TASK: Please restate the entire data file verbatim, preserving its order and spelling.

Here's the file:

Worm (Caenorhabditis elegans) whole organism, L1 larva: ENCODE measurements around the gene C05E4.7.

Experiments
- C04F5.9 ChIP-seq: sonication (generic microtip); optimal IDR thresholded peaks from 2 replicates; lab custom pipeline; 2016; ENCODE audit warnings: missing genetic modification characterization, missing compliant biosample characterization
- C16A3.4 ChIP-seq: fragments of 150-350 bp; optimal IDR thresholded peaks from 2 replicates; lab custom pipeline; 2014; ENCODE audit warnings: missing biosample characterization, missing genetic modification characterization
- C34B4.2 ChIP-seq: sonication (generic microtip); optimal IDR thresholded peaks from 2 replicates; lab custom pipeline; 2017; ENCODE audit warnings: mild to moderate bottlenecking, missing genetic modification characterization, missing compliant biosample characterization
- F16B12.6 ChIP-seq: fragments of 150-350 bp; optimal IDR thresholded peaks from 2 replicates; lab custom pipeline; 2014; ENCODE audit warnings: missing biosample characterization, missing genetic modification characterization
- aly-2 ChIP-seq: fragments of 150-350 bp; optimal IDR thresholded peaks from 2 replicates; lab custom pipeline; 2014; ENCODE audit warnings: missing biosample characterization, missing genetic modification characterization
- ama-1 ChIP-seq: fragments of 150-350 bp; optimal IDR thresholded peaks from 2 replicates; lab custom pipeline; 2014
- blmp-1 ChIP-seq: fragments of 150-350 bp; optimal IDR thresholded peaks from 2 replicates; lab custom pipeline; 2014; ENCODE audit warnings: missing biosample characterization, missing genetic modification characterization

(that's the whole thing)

Worm (Caenorhabditis elegans) whole organism, L1 larva: ENCODE measurements around the gene C05E4.7.

Experiments
- C04F5.9 ChIP-seq: sonication (generic microtip); optimal IDR thresholded peaks from 2 replicates; lab custom pipeline; 2016; ENCODE audit warnings: missing genetic modification characterization, missing compliant biosample characterization
- C16A3.4 ChIP-seq: fragments of 150-350 bp; optimal IDR thresholded peaks from 2 replicates; lab custom pipeline; 2014; ENCODE audit warnings: missing biosample characterization, missing genetic modification characterization
- C34B4.2 ChIP-seq: sonication (generic microtip); optimal IDR thresholded peaks from 2 replicates; lab custom pipeline; 2017; ENCODE audit warnings: mild to moderate bottlenecking, missing genetic modification characterization, missing compliant biosample characterization
- F16B12.6 ChIP-seq: fragments of 150-350 bp; optimal IDR thresholded peaks from 2 replicates; lab custom pipeline; 2014; ENCODE audit warnings: missing biosample characterization, missing genetic modification characterization
- aly-2 ChIP-seq: fragments of 150-350 bp; optimal IDR thresholded peaks from 2 replicates; lab custom pipeline; 2014; ENCODE audit warnings: missing biosample characterization, missing genetic modification characterization
- ama-1 ChIP-seq: fragments of 150-350 bp; optimal IDR thresholded peaks from 2 replicates; lab custom pipeline; 2014
- blmp-1 ChIP-seq: fragments of 150-350 bp; optimal IDR thresholded peaks from 2 replicates; lab custom pipeline; 2014; ENCODE audit warnings: missing biosample characterization, missing genetic modification characterization